Recent research undertaken at NYC’s State University of New York Downstate Medical Center, and published in the journal Frontiers in Evolutionary Neuroscience, indicated that worrying may have evolved in conjunction with intelligence as a critical survival mechanism in human beings.

Scientists compared research subjects who had generalized anxiety disorder with subjects who did not have the disorder. They discovered that worry as well as high intelligence were connected with specific brain activity, measurable by changes in the brain’s white matter. The results suggest that anxiety (worry) may have evolved right alongside intelligence as an important means of survival.

In a medical center news release, Professor Jeremy Coplan said: "While excessive worry is generally seen as a negative trait and high intelligence as a positive one, worry may cause our species to avoid dangerous situations, regardless of how remote a possibility they may be… In essence, worry may make people ‘take no chances,’ and such people may have higher survival rates. Thus, like intelligence, worry may confer a benefit upon the species."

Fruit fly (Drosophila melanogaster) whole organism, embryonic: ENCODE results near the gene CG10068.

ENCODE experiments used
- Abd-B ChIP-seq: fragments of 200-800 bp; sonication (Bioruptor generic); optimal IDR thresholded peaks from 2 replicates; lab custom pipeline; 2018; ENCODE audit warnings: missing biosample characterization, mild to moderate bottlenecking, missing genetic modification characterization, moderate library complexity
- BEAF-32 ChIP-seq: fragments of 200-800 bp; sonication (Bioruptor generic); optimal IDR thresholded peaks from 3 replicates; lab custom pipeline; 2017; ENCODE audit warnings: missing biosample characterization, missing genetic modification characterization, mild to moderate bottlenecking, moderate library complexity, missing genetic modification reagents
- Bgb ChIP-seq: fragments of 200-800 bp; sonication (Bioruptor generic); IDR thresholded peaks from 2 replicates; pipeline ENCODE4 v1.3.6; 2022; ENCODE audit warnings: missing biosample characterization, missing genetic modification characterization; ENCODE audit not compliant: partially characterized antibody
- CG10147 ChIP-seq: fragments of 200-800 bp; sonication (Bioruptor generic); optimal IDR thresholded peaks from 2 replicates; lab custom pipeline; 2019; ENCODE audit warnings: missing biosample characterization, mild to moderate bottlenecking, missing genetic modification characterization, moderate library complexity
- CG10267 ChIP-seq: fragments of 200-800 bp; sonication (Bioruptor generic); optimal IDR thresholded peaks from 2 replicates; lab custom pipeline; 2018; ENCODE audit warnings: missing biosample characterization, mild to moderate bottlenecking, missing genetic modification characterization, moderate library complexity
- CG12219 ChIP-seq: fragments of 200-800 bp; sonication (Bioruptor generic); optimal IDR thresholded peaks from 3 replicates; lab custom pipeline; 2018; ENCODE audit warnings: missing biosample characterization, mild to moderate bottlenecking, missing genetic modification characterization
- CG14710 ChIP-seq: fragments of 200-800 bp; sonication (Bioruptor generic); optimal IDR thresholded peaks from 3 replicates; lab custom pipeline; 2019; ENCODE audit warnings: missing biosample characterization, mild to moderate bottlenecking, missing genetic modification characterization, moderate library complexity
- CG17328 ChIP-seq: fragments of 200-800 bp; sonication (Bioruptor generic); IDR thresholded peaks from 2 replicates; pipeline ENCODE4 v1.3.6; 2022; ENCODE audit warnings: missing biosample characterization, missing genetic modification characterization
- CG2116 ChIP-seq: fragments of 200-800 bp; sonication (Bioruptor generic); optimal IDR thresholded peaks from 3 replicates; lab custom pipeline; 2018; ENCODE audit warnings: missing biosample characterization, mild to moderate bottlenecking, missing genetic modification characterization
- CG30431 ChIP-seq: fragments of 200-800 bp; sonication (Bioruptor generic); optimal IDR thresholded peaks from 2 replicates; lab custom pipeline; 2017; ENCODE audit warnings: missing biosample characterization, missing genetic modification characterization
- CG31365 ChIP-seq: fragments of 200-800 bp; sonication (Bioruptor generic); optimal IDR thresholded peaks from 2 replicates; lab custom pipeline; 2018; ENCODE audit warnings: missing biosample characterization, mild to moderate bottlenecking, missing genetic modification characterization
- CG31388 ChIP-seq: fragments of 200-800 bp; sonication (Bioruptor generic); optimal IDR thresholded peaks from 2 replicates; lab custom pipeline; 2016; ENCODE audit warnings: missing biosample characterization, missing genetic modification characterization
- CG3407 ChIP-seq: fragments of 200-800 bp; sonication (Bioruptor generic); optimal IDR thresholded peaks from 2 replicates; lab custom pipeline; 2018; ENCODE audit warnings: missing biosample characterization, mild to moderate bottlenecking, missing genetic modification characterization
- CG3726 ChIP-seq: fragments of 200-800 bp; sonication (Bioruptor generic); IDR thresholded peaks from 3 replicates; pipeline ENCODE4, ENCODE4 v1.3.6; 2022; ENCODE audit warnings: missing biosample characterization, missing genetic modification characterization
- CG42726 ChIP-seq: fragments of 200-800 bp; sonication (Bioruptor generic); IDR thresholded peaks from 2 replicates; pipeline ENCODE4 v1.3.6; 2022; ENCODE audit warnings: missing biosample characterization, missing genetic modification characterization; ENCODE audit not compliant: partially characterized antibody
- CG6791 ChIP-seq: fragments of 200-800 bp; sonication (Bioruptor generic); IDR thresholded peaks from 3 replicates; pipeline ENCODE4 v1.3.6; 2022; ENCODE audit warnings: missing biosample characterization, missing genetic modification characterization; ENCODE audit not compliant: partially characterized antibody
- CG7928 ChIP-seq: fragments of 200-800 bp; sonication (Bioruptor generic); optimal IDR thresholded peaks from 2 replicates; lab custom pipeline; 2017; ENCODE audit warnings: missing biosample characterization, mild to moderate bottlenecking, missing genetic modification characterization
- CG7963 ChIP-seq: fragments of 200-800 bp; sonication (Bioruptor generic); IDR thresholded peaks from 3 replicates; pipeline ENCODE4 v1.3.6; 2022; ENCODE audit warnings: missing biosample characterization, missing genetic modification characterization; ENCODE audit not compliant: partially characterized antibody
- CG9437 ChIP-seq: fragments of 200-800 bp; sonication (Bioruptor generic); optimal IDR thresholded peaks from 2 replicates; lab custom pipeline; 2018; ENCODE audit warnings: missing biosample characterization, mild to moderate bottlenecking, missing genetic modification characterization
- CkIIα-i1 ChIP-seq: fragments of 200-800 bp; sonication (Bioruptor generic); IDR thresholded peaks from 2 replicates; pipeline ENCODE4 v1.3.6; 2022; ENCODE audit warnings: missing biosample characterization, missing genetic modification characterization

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Myth Bustin’

Thursday, September 27th, 2012 by American Senior Fitness Association   View This Issue of Experience!

An interesting investigation conducted recently by a University of Florida physician and his colleagues found that, contrary to popular belief, patients at teaching hospitals don’t fare worse when trainee doctors come on board. For details, see the following news release from UF&Shands Newsnet:

A University of Florida physician and colleagues have “mythbusted” a notion long held in medical circles: patients at teaching hospitals fare worse in July when new medical graduates start their residency training and older residents take on more responsibilities. A large national study revealed no such “July phenomenon” or “July effect” — at least not in the field of neurosurgery.

The findings were published recently in the journal Neurosurgery.

“If anything goes wrong in July, then everyone’s quick to say ‘Do you see? It’s because of the July effect’ — but we saw no evidence for that,’ said senior author Dr. Brian Hoh, the William Merz associate professor of neurological surgery at the UF College of Medicine. “This study will raise thoughts and ideas about how we can improve training for residents and improve safety for patients.”